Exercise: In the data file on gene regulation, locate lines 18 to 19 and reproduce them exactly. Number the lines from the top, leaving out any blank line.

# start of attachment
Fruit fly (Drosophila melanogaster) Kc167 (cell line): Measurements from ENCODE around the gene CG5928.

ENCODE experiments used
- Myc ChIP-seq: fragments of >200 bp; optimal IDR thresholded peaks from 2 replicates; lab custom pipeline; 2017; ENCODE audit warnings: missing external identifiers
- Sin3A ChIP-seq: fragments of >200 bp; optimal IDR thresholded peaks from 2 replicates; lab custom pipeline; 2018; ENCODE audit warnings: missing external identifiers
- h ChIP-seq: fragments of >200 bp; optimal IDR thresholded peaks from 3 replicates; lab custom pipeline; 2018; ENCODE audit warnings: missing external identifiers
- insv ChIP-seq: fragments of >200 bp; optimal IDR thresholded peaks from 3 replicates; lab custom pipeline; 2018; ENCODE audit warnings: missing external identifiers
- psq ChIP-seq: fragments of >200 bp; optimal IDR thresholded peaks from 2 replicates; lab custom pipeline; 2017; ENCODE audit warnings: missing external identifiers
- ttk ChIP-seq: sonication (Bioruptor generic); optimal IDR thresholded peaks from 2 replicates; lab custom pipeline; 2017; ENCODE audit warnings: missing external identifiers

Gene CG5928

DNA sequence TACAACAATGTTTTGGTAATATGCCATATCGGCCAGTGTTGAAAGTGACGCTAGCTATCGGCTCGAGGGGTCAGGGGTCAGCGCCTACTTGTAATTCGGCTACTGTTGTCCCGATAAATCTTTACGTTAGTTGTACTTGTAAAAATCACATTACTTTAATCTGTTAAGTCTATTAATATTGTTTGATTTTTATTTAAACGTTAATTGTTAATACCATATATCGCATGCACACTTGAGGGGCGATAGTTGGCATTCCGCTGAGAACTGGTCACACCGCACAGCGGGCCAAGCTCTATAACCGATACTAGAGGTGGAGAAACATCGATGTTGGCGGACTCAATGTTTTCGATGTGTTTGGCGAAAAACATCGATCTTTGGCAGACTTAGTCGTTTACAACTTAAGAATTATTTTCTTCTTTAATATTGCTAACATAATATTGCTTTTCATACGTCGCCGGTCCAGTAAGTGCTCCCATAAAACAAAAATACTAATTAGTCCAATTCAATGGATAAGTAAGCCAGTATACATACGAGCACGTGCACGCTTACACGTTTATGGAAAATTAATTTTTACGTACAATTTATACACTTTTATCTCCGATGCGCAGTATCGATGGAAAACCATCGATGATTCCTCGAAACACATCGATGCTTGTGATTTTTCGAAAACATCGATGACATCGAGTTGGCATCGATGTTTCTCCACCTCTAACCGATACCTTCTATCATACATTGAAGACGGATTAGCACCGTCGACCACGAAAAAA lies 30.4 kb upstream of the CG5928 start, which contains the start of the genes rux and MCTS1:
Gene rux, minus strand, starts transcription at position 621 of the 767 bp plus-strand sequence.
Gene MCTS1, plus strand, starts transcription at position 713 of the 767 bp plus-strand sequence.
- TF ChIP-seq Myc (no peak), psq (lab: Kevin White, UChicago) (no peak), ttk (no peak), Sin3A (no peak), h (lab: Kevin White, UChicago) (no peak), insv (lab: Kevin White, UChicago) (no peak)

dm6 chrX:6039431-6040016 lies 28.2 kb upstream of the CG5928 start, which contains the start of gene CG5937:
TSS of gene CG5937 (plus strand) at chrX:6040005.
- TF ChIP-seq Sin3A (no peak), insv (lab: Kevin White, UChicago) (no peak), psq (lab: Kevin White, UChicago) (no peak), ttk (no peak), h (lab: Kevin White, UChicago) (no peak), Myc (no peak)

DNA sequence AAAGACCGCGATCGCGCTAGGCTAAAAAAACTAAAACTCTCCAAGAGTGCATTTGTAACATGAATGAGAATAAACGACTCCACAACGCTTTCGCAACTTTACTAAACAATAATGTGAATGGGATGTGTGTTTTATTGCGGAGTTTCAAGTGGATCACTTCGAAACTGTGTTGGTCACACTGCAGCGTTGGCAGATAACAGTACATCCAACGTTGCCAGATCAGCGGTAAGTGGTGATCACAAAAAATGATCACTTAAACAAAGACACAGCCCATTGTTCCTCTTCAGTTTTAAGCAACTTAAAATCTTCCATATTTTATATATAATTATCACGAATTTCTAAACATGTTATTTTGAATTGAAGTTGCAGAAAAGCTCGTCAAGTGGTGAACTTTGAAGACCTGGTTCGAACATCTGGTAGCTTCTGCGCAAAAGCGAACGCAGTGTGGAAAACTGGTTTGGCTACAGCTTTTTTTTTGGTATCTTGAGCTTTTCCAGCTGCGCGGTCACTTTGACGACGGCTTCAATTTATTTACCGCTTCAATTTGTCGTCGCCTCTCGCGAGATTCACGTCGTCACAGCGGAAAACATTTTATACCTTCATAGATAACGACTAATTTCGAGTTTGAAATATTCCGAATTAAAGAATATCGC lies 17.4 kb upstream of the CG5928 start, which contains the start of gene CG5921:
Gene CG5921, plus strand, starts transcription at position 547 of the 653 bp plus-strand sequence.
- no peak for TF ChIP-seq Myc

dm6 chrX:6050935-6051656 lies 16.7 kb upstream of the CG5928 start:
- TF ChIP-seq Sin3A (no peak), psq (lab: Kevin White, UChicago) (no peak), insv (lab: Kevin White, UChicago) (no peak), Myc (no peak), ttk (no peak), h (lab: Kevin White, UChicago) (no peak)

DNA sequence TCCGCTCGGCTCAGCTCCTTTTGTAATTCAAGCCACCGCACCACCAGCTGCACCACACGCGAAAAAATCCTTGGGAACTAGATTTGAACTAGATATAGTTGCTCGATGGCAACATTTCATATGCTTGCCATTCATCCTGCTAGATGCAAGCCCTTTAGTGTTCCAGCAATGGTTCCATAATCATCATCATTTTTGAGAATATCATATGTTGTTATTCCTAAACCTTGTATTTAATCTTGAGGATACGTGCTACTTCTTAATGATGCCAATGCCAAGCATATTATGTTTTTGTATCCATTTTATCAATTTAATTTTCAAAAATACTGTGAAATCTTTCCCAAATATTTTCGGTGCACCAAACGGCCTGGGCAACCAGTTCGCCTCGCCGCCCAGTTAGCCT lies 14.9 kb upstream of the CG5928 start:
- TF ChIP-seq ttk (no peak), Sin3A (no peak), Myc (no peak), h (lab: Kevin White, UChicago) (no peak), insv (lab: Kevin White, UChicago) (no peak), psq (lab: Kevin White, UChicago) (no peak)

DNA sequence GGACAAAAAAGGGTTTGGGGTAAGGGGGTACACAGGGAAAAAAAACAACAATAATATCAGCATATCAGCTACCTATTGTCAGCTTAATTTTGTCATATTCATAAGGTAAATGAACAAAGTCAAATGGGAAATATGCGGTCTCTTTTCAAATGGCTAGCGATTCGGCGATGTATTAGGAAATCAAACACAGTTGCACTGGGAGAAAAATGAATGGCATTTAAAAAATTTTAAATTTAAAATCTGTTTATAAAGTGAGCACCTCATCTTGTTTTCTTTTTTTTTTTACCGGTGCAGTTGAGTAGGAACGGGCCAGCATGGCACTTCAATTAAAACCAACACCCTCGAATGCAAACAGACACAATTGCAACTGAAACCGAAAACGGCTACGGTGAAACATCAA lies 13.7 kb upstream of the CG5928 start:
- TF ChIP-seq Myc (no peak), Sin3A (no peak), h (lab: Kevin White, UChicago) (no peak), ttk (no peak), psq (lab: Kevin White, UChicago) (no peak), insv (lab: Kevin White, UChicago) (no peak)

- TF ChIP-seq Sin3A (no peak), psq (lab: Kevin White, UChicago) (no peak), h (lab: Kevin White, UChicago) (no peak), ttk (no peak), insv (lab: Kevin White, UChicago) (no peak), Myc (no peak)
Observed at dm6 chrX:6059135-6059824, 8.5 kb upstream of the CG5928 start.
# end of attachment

Gene CG5921, plus strand, starts transcription at position 547 of the 653 bp plus-strand sequence.
- no peak for TF ChIP-seq Myc